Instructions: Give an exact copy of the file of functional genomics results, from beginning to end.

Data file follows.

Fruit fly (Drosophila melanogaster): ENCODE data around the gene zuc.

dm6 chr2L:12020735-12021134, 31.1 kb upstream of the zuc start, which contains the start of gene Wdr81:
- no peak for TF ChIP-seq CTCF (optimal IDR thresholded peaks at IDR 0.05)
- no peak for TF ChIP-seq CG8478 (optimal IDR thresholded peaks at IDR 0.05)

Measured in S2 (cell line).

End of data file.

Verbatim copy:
Fruit fly (Drosophila melanogaster): ENCODE data around the gene zuc.

dm6 chr2L:12020735-12021134, 31.1 kb upstream of the zuc start, which contains the start of gene Wdr81:
- no peak for TF ChIP-seq CTCF (optimal IDR thresholded peaks at IDR 0.05)
- no peak for TF ChIP-seq CG8478 (optimal IDR thresholded peaks at IDR 0.05)

Measured in S2 (cell line).